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BOOK REVIEW OF THE ORIGINS OF NLP – 2013 Meta Reflections #23

Finally we have a second book on the history of NLP, one that adds more information about the early days and gives much more of a human face to the adventure called NLP. In 1990 Terry McClendon published the first book, The Wild Days: NLP 1972-1981. This now gives us two books on the early history. Yet while we have a second book, it is still not complete and there’s lots more about the history and origins of NLP that is missing from this book.

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MODELING BEYOND BELIEFS – 2013 Meta Reflections #22

Modeling any experience inevitably involves modeling beliefs. Whether you are modeling an experience of excellence or an experience of dysfunction and pathology, beliefs are involved. They drive the experience. That’s why every NLP modeling process that I’ve seen to date involves examining the beliefs that are involved in the experience. We do that explicitly in Neuro-Semantics by examining the belief system, that is, the system of beliefs which make up the person’s matrix of frames about something. Yet there is something more within complex human experiences- something that transcends beliefs.

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The enrichment of modeling with Meta-States began in 1994 during my very first modeling project— Resilience. I started the project in 1991when I became really fascinated by the quality of staying with something when set-backs occur. It did not begin with big set-backs, but actually with little ones. And with the smallest of set-backs. Until then I had not even really noticed the phenomenon.

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THE KEY NLP MODELING TOOL – Meta Reflections 2013 #12

In the last post on Neurons I concluded the article on modeling by talking about the NLP Communication Model and noting that it is a tool for modeling. Now the interesting about it is that it arose from modeling. It arose from modeling the language patterns of Fritz Perls and Virginia Satir and while it used Transformational Grammar (TG) to do so, the new model, “The Meta-Model of Language” soon jettisoned Transformational Grammar. That’s why, while you will find a summary of TG at the end of the book The Structure of Magic, Volume I, you will not find it in any of the other books by the NLP originators or any of those who came later.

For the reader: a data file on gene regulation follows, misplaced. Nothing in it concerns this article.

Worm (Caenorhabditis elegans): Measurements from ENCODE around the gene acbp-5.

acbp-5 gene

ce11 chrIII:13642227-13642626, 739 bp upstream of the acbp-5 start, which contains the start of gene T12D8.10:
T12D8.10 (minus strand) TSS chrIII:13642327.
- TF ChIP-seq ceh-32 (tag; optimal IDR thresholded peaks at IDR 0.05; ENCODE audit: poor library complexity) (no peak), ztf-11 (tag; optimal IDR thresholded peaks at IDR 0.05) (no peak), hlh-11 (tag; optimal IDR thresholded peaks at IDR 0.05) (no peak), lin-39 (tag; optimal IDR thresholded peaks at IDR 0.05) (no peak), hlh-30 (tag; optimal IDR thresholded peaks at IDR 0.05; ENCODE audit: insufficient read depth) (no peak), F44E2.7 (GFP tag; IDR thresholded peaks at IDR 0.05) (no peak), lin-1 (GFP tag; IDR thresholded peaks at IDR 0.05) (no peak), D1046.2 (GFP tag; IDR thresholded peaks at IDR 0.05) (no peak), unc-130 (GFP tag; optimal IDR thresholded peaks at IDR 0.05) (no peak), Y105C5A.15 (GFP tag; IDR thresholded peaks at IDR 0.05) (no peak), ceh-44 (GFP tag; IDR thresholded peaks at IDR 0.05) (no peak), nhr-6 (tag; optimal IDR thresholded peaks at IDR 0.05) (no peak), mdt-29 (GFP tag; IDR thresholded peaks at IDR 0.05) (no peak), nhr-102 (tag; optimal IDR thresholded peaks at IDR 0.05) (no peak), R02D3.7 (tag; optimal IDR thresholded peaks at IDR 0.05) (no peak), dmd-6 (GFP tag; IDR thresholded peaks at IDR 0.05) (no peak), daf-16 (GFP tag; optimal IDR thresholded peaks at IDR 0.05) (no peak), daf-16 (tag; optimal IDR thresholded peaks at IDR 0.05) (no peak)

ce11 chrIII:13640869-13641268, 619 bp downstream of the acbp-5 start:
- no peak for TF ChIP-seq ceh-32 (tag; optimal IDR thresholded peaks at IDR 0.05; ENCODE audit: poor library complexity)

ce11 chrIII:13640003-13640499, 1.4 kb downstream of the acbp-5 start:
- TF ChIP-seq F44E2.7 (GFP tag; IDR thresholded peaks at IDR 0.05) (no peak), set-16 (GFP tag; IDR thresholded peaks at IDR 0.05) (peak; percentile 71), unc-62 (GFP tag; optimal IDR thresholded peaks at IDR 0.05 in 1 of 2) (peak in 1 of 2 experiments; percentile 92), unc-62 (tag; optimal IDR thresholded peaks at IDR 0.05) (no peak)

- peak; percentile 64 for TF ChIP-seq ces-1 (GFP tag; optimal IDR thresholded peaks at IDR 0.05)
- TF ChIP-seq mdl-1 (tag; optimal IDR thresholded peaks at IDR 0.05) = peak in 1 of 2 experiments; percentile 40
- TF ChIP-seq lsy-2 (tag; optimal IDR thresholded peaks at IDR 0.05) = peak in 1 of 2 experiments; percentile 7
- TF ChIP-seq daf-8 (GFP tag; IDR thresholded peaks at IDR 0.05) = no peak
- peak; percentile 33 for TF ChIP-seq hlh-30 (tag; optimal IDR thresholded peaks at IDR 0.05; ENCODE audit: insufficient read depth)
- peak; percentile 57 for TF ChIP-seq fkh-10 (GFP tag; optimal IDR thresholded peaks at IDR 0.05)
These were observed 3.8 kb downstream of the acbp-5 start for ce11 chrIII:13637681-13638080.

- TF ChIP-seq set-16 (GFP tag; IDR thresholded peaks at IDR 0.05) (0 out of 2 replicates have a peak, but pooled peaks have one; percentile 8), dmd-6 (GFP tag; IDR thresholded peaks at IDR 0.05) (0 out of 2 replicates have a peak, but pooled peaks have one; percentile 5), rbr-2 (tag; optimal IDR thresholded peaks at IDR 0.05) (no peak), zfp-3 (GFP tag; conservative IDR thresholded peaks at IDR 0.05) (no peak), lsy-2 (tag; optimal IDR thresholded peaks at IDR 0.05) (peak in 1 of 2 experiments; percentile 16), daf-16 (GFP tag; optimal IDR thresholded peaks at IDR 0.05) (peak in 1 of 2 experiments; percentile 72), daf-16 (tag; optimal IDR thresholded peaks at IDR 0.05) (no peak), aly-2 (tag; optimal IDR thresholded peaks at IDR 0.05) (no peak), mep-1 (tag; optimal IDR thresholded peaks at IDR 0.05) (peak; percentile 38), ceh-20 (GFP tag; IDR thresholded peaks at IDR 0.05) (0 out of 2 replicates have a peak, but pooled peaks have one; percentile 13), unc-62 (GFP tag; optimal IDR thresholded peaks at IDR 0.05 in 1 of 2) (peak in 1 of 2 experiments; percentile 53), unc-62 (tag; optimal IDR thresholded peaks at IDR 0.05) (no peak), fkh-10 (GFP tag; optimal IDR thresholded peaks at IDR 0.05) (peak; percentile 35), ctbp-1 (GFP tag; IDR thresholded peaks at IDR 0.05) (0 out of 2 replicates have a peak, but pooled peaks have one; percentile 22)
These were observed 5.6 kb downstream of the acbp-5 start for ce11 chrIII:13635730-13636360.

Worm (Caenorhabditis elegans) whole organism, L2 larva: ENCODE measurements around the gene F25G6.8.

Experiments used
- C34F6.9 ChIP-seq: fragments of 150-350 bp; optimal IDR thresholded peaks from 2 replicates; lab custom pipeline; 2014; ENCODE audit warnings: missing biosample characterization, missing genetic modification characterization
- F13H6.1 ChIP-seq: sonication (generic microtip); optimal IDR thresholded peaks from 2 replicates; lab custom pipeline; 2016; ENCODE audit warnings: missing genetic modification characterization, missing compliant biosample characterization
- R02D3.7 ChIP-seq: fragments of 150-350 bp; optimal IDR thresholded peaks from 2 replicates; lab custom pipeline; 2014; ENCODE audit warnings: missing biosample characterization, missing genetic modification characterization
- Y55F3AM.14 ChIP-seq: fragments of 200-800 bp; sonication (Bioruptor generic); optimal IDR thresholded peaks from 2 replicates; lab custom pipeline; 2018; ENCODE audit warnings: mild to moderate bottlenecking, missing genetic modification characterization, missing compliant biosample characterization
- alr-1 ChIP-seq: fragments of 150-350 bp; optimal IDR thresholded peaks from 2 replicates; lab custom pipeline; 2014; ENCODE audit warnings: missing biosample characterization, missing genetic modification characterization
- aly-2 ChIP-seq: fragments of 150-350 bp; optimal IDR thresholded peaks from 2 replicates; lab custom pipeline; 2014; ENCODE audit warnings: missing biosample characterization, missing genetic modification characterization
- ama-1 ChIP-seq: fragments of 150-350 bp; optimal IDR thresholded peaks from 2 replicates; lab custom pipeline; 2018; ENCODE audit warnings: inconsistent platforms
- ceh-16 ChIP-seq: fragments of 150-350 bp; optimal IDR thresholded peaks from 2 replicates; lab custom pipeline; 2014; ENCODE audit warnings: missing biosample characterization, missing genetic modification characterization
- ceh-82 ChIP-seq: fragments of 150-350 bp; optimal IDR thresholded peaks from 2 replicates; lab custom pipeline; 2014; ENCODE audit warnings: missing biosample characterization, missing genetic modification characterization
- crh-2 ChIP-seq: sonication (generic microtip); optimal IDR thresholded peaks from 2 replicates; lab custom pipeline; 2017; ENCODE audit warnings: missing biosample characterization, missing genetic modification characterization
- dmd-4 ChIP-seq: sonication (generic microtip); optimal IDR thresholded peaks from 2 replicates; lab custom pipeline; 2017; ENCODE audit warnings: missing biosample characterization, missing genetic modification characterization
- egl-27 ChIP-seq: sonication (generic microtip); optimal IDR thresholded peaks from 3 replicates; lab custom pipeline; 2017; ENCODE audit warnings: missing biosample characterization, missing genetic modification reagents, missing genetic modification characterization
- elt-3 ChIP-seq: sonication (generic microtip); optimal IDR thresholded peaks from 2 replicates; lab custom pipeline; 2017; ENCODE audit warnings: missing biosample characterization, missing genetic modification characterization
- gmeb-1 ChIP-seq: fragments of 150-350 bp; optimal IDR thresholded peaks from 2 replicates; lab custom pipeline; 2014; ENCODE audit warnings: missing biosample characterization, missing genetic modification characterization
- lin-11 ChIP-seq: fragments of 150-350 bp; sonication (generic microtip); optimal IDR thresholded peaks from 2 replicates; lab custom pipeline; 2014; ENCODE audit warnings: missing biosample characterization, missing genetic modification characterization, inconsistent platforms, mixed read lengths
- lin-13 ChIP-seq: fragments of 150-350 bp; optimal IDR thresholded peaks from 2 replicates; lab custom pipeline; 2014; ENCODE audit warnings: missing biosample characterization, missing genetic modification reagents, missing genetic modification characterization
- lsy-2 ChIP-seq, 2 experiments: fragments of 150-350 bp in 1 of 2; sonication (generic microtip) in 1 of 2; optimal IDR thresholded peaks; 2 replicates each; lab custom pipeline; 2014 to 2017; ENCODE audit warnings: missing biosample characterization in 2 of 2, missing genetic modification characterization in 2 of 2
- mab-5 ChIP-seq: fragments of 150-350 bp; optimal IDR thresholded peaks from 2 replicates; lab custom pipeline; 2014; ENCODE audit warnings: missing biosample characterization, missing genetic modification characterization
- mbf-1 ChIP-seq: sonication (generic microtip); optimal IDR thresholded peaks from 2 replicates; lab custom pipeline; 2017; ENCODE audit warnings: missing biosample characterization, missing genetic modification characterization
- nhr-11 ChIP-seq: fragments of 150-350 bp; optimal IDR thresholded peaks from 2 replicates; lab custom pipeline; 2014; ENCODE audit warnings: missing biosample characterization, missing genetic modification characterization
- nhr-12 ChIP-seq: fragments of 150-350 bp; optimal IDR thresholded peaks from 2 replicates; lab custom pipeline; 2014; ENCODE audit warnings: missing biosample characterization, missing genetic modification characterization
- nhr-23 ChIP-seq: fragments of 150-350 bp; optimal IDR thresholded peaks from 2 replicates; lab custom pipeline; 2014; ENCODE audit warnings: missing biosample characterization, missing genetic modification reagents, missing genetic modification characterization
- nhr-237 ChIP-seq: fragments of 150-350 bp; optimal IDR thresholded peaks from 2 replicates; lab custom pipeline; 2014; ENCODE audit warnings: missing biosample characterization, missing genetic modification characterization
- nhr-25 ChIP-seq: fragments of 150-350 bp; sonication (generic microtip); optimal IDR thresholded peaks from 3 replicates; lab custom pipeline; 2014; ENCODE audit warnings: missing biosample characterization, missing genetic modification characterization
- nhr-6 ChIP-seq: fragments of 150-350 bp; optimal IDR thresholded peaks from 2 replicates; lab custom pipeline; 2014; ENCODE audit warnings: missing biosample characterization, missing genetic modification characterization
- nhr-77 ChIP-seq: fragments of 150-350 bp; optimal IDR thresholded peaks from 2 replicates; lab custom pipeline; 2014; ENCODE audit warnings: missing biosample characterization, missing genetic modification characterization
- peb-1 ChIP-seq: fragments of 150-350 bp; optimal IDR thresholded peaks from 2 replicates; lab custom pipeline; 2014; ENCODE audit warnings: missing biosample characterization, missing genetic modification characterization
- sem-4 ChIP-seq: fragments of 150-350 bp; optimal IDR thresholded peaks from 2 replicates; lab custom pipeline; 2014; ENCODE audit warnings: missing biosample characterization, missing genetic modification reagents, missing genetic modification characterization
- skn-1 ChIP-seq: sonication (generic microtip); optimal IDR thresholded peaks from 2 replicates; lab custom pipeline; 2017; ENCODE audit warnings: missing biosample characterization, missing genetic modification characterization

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Not given to over-statement, I thought I’d start with this modest title (!) and describe what has evolved over the years in Neuro-Semantics—our version of how to train and prepare Trainers and Public Speakers. Neuro-Semantic Trainers’ Training (NSTT) involves a full two weeks of training and training that is very intense (a boot camp that goes from 9 am to 9 pm) and that covers the Psychology that informs Meta-States and the APG training, the Platform Skills of presentation, the Training Skills for putting a training together, and the Business Skills for running a training center or selling yourself into businesses.

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MODELING HUMAN EXPERIENCES – Meta Reflections 2013 #10

When it comes to the heart of Neuro-Semantics and NLP— studying subjective human experiences and modeling those experiences, a first question that often arises is why. Why model an experience? And the answer is really simple. It is to understand how it works. That’s because when you understanding the how of now (Jan. 28, #6) you are often handed powerful leverage points of change or replication. That is, knowing how an experience works—if that experience is not helpful, useful, beneficial, ecological, etc.—you can change it. And mostly you can change it by noting how it works, when, where, with whom, etc. and sometimes the tiniest alteration of a key variable will facilitate a systemic change.